Breakfast, Day 1: Quinoa With Pear, Blueberries & Almond
This energizing hot breakfast contains plenty of fiber to nourish your microbiome, as well as healthy fats to heal your gut wall and feed your brain. The microbiome super spice cinnamon balances your blood sugar and reduces inflammation.
- 1 teaspoon clarified pasture-raised butter or ghee
- ½ cup quinoa, rinsed and drained
- 1 cup water
- 1 tablespoon coconut oil
- ½ cinnamon stick
- ⅛ teaspoon freshly grated nutmeg
- ½ teaspoon peeled and grated fresh ginger
- ¼ cup coconut milk
- ½ cup ripe pear, cored and diced into large pieces.
- 1 teaspoon chopped raw almonds
- ½ cup blueberries
- Pinch of ground cinnamon
- Place the butter, quinoa, water, coconut oil, cinnamon stick, nutmeg, and ginger in a small saucepan and stir. Bring to a boil.
- Lower the heat and simmer for 10 minutes.
- Stir in the coconut milk and pear and simmer for 5 minutes.
- Add salt to taste and sprinkle with the nuts, blueberries, and ground cinnamon.
Snack, Day 1: Celery and kohlrabi sticks with sunflower seed butter
Lunch, Day 1: Chicken Bone Broth Soup
Bone broth is an extraordinary gut-healing soup that also gives super support to your immune system. The secret is to include the bones themselves with the stock. Freeze this basic recipe in small containers for use in soups and stews or use a double shot for a savory snack.
- 1 (5- to 6-pound) chicken, cut up, washed, and dried
- 4 tablespoons salt, or more to taste
- 1 tablespoon minced garlic
- 18 cups cold water
- 2 large carrots, unpeeled, cut into large chunks
- 1 cup chopped onion
- 1 teaspoon freshly ground black pepper
- 6 sprigs each chives, parsley, and dill, tied in a bunch
- Rub the chicken parts with 2 tablespoons of the salt and the garlic. Cover and refrigerate for an hour.
- Place the water, the chicken, except the breasts, and the carrot and onion in a stockpot. Bring to a boil and add the breasts and herbs. Cover the pot, lower the heat, and simmer for 40 minutes or until tender.
- Remove the breasts from the broth. Skim and discard the fat from the broth and continue to cook. Remove the chicken from the breast bones, discarding the skin and fat. Put the breast bones back into the pot and continue to cook. Cut the chicken breast into bite-size pieces and refrigerate or freeze for later use in soup or salads.
- When tender, remove the remaining chicken from the pot and continue to cook the bones and broth. Remove the cooked chicken from the legs and back, discarding the skin and fat. Return the bones to the stockpot and continue to cook for 3 hours. Refrigerate or freeze the cooked chicken.
- Remove and discard the carrot, onion, and herbs. Put the bones and 1 cup of the broth into a blender and process until liquefied and smooth.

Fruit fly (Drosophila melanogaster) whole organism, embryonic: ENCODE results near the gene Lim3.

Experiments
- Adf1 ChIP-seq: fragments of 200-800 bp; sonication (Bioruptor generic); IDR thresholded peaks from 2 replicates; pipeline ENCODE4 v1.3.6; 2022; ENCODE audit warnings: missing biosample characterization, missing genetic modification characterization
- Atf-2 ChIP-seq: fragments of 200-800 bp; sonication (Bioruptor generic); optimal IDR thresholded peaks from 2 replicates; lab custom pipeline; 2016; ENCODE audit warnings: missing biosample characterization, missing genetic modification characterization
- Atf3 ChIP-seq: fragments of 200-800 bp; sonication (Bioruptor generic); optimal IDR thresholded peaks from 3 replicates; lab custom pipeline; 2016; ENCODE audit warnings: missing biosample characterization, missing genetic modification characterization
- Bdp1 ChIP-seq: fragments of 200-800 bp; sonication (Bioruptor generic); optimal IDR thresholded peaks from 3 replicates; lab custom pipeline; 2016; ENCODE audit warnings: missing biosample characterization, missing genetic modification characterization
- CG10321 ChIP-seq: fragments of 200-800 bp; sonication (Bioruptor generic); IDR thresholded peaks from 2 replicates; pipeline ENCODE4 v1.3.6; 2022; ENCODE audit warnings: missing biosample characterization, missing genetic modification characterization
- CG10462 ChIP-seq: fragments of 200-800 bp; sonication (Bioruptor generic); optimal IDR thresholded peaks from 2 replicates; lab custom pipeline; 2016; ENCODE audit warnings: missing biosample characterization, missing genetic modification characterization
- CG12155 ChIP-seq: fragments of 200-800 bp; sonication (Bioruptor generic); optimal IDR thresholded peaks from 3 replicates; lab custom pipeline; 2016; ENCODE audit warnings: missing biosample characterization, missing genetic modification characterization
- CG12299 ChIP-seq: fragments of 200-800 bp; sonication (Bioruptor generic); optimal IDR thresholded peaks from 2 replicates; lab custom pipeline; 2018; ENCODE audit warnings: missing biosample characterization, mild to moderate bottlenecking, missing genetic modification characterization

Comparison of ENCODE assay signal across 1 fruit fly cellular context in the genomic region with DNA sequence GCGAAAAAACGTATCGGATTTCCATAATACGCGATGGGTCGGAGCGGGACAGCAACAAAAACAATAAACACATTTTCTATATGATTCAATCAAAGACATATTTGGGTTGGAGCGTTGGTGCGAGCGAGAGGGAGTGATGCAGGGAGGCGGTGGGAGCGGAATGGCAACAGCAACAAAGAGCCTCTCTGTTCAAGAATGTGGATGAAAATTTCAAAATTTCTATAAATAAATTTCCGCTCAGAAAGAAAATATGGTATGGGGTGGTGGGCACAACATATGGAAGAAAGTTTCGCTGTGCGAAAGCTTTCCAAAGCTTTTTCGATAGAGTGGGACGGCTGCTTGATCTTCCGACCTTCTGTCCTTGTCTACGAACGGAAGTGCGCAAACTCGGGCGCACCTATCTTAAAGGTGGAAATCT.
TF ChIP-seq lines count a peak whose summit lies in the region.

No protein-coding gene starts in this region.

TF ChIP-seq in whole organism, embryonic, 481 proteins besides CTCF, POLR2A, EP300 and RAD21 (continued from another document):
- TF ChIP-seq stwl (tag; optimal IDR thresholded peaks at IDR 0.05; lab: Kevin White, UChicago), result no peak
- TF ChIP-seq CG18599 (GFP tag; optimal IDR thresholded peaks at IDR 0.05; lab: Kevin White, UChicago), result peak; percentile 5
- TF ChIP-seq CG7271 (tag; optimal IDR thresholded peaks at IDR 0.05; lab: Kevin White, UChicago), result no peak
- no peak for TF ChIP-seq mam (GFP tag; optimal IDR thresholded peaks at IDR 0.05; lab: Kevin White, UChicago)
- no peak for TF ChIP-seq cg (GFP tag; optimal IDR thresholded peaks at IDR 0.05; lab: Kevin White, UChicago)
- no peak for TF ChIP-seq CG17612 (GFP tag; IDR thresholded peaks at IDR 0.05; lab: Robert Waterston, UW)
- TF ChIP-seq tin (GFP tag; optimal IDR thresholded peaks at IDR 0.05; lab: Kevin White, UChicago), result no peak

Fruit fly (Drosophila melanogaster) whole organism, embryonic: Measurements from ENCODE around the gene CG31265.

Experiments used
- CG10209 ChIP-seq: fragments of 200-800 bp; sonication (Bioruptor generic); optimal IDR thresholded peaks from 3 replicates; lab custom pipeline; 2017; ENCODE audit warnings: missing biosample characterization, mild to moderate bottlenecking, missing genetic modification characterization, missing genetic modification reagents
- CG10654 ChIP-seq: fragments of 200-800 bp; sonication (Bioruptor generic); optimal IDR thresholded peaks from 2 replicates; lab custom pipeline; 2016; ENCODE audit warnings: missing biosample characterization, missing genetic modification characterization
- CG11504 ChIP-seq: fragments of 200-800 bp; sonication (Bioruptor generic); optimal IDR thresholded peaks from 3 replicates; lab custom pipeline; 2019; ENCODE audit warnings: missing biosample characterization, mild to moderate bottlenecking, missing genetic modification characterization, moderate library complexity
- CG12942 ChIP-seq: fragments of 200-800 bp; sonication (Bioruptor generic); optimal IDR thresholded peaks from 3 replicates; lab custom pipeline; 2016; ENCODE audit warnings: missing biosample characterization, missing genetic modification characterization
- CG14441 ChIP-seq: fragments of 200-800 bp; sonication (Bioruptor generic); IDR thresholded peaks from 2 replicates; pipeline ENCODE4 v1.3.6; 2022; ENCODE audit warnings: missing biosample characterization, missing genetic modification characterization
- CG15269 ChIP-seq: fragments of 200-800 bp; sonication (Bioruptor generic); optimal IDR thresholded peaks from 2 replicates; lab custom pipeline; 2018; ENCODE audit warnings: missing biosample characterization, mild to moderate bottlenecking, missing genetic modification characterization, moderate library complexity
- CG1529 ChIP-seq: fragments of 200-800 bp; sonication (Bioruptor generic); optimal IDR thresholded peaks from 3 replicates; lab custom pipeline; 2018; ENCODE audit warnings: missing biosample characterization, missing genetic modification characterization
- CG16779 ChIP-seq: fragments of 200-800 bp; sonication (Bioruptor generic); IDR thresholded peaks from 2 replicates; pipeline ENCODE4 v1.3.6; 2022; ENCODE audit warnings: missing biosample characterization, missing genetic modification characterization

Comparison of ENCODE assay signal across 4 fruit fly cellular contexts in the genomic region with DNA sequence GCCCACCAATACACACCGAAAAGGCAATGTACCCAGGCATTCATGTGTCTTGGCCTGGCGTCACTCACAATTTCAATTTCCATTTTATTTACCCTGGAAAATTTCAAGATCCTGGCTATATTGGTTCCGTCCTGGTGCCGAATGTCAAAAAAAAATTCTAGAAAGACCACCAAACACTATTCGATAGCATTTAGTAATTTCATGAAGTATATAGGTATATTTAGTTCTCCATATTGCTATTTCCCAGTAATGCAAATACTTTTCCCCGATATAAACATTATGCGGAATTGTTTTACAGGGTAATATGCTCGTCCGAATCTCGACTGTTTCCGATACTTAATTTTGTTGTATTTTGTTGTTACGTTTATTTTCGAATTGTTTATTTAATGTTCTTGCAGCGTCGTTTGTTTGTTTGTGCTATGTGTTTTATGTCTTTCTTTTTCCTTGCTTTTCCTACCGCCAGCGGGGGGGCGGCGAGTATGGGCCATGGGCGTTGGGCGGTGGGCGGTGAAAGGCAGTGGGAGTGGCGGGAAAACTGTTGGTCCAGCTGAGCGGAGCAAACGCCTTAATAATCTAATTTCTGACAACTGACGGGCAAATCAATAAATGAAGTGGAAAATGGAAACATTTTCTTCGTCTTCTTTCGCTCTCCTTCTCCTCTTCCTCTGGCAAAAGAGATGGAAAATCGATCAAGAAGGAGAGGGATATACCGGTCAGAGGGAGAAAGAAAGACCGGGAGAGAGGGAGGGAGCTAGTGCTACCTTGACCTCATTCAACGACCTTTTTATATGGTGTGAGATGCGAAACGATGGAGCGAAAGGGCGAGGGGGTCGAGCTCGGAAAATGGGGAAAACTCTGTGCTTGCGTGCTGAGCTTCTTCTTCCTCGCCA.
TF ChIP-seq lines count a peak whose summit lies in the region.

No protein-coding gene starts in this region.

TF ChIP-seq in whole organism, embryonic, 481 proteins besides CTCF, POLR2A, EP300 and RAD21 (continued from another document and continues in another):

- Strain the liquefied bones into the broth and discard any solids. There will be about 12 cups of chicken broth. Add the remaining salt to taste.
- Refrigerate what you will need for a soup and freeze the rest in small containers.
To make the soup: Add 1 serving of chicken to a cup of bone broth. Mince some fresh dill and add. Serve immediately.
Snack: Caribbean-Spiced Garbanzos
A zesty, addictive snack! Leftover spices can be used for other snacks or as a rub for fish and poultry. The garbanzos are a terrific high-fiber source of protein that your microbiome will love, and the microbiome super spices turmeric and cinnamon help reduce inflammation, which your brain loves, too.
- 1 teaspoon curry powder
- 1 teaspoon ground cumin
- ¼ teaspoon ground turmeric
- 1 teaspoon ground allspice
- ¼ teaspoon freshly grated nutmeg
- ⅛ teaspoon ground cloves
- ½ teaspoon ground cinnamon
- 1 teaspoon ground coriander
- ½ teaspoon chili powder
- ¼ teaspoon cayenne pepper
- 2 (16-ounce) cans organic garbanzos, drained and rinsed
- 1½ tablespoons olive oil
- 2 teaspoons coarse salt
- Salt and freshly ground black pepper
- Preheat the oven to 375°F.
- Combine all the spices in a small bowl.
- Combine the garbanzos with the oil in a medium-size bowl. Add 2 teaspoons of the spice mixture and the coarse salt. The leftover spices will keep well for another batch or as a rub for meat or poultry.
- Spread the garbanzos on an ungreased baking sheet or shallow roasting pan. Bake until golden and crisp, 30 to 40 minutes. Remove from the oven and let cool to room temperature. Season with salt and pepper to taste. Store in an airtight container. If they get soggy, rebake until crisp.
Dinner, Day 1: Stifado, a Greek Beef Stew with a salad of sliced cucumber, Jerusalem artichoke, avocado, and tomato on a bed of greens
This unusual piquant stew is finished with feta cheese and walnuts. The garlic and onions nourish your microbiome, while the walnuts nourish your brain with healthy fats, and the microbiome super spice cinnamon adds a healthy twist. Serve it with herbed organic brown rice, a resistant starch that supports both the gut and the microbiome.
- 1 pound stew beef, cut into 1½-inch cubes
- Salt and freshly ground black pepper
- 2 tablespoons olive oil
- 3 onions, roughly chopped
- 1 (2-inch) cinnamon stick
- 1 tablespoon red wine vinegar
- ½ cup red wine
- 1 cup tomato sauce
- 3 whole cloves
- ¼ teaspoon allspice
- 1 teaspoon chopped fresh mint
- 1 cup crumbled sheep’s milk feta cheese
- ½ cup walnut pieces
Ingredients, Herbed Rice
- 1¼ cups water
- 1 cup uncooked brown rice
- 1 large pinch dried thyme
- 1 large pinch dried tarragon
- 1 large pinch dried rosemary
- ¼ teaspoon coarse salt
- Prepare the stew: Preheat the oven to 350°F.
- Salt and pepper the beef. In a ceramic casserole over medium-high heat, sauté the meat in the olive oil, in batches, until browned. Remove the meat.